Laney: I think. I’m getting all the aid stations mixed up in my head. It was right before the long downhill.

iRunFar: Like up on Grand Col Ferret maybe?

Laney: Yeah, I think so.

iRunFar: Was that… it had been such a clear night. The stars were gigantic. The moon had been like this… I don’t know… like this dish plate of lightness in the sky. What was sunrise like?

Laney: It was unbelievable. I think on the Italian side… these mountains (here) are amazing, but over there it’s just like straight vertical. That rock with the orange sun on it was just unbelievable.

iRunFar: Some people when the sun comes up and you get hit by that warmth, you start to feel sleepy. Other people, you wake up. Did it wake you up?

Laney: Oh, absolutely. It felt so good. I knew I was hopefully going to finish that day, so that was like, Well, the night’s over, so that was big. Yeah, being warm was nice. It was kind of cold all night.

iRunFar: When we saw you come through La Fouly and through Champex-Lac—Champex-Lac is a marathon to go basically—I mean, it just looked like you were transitioning into a different experience. You went from “chill David Laney” to “hyper-focused David Laney.” Is that what was actually going on?

Laney: Yes. I knew at that point maybe I would blow up, but I was just starting to feed off of the energy of getting pulled into the finish. I was starting to catch people at that point. I was like, at some point you have to take a big risk especially when you have a conservative strategy and chill the first 50 miles, when you go in with that conservative strategy, you have to take a big risk at some point.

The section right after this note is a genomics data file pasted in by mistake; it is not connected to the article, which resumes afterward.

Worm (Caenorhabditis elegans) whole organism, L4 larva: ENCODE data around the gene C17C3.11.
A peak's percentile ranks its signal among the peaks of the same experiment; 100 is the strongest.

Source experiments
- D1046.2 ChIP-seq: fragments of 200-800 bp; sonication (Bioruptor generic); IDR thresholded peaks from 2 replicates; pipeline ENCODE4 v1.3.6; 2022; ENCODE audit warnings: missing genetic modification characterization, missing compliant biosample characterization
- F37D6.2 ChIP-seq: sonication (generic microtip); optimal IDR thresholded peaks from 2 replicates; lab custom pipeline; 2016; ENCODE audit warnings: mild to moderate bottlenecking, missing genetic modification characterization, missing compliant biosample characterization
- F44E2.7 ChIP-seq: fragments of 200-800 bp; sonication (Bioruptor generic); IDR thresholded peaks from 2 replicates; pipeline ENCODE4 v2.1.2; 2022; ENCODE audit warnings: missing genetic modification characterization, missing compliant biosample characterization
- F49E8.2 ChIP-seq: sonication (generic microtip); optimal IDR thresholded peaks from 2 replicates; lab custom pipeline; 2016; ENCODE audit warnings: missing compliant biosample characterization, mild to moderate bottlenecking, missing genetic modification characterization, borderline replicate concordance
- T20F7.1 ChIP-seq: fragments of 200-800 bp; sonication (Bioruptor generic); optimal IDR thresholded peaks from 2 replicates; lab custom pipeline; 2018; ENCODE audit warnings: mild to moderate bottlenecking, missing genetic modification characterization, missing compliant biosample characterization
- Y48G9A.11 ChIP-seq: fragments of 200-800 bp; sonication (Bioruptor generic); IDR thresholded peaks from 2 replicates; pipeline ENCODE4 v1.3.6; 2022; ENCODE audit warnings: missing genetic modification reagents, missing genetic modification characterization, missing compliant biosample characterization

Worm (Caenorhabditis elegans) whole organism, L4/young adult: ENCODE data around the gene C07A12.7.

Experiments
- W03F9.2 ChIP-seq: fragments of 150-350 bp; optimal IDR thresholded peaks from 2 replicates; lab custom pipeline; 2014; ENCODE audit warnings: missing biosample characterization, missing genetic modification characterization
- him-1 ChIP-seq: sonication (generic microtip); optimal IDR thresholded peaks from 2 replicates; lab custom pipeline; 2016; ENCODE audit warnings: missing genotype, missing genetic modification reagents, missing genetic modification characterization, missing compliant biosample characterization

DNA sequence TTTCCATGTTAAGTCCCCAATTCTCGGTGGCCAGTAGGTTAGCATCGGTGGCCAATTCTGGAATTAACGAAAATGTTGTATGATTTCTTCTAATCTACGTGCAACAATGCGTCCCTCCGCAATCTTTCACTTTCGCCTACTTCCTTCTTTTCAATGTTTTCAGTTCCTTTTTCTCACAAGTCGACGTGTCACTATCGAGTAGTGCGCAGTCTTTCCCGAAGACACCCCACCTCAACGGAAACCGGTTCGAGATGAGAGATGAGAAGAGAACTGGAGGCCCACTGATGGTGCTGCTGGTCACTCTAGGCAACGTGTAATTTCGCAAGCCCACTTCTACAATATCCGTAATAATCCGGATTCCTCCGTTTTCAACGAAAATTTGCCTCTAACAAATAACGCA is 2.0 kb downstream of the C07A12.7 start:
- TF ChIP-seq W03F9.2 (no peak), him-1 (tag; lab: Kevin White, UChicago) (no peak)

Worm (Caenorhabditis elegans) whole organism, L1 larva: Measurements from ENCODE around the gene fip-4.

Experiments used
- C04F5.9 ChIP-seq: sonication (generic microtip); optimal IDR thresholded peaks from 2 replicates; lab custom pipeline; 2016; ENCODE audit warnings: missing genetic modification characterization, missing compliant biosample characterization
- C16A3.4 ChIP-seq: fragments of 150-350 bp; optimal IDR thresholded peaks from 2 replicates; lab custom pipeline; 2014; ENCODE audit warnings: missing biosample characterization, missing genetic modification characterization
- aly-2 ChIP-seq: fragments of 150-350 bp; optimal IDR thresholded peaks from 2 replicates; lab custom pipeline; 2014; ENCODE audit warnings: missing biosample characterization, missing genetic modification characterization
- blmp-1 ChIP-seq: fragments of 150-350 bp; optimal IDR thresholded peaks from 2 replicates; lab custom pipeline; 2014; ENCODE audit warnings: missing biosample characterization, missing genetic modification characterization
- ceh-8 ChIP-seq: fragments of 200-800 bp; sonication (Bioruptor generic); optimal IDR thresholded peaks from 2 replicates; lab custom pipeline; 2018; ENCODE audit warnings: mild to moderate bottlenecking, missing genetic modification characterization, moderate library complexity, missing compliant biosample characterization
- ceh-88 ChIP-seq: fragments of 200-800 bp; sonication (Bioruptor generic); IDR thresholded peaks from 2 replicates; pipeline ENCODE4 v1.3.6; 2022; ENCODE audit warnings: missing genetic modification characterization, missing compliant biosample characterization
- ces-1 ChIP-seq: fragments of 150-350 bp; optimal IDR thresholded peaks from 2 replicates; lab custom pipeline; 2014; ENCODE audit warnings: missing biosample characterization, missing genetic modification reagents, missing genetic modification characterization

iRunFar: So when did you decide to start pushing, to start really putting in an effort, just to give it?

Laney: Like 50k to go.

iRunFar: You’re able to hold that all the way through clearly.

Laney: Pretty much.

iRunFar: Were there any sections where you were like, Um, I might be hitting it a little too hard here?

Laney: The last climb. The last climb I was like, I could get caught. I heard someone behind me when I was half way up. I heard horns honking and people cheering. I was like, This could all fall apart right now. I could sit on a rock for an hour. But I got some water at the top of the climb, or the top of the climb and then you rolled for a little bit and then there was an aid station. That brought me back.

iRunFar: You came in with a half marathon to go and you were still outside the top 10. When did you… were you passing people on the climbs? Were you passing people on the descents? Where were you passing people?

Laney: On the climbs mostly. On one of the climbs, I saw three guys ahead of me. I went really hard at that point—all the climbs, none on the descents.

iRunFar: That must have been on the climb after Champex-Lac?

Laney: Yeah.

iRunFar: You went into Champex-Lac outside the top ten, and then you came out of that pass multiple places ahead.

Laney: There were also a few long road sections, like a couple miles, of dirt or paved road. That just brings me back to what I’m used to, so it felt great.

iRunFar: You go into the last climb and you’re in fourth place. You probably have reports on the guys ahead of you. What was in your head going into the last climb?

Laney: Yeah, I as just pretty focused on the trail and trying to just be efficient and smooth and not mess it up. Don’t roll an ankle. The climb went pretty well I felt like but then the descent felt great.

iRunFar: Where did your final pass come up there, where you passed Seth Swanson and moved into third?